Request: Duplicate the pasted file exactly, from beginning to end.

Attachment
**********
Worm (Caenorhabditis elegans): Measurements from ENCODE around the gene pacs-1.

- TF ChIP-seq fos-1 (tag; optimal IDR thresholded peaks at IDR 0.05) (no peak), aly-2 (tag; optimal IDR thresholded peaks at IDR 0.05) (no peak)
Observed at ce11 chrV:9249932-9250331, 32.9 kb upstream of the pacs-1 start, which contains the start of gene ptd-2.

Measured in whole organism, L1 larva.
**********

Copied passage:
Worm (Caenorhabditis elegans): Measurements from ENCODE around the gene pacs-1.

- TF ChIP-seq fos-1 (tag; optimal IDR thresholded peaks at IDR 0.05) (no peak), aly-2 (tag; optimal IDR thresholded peaks at IDR 0.05) (no peak)
Observed at ce11 chrV:9249932-9250331, 32.9 kb upstream of the pacs-1 start, which contains the start of gene ptd-2.

Measured in whole organism, L1 larva.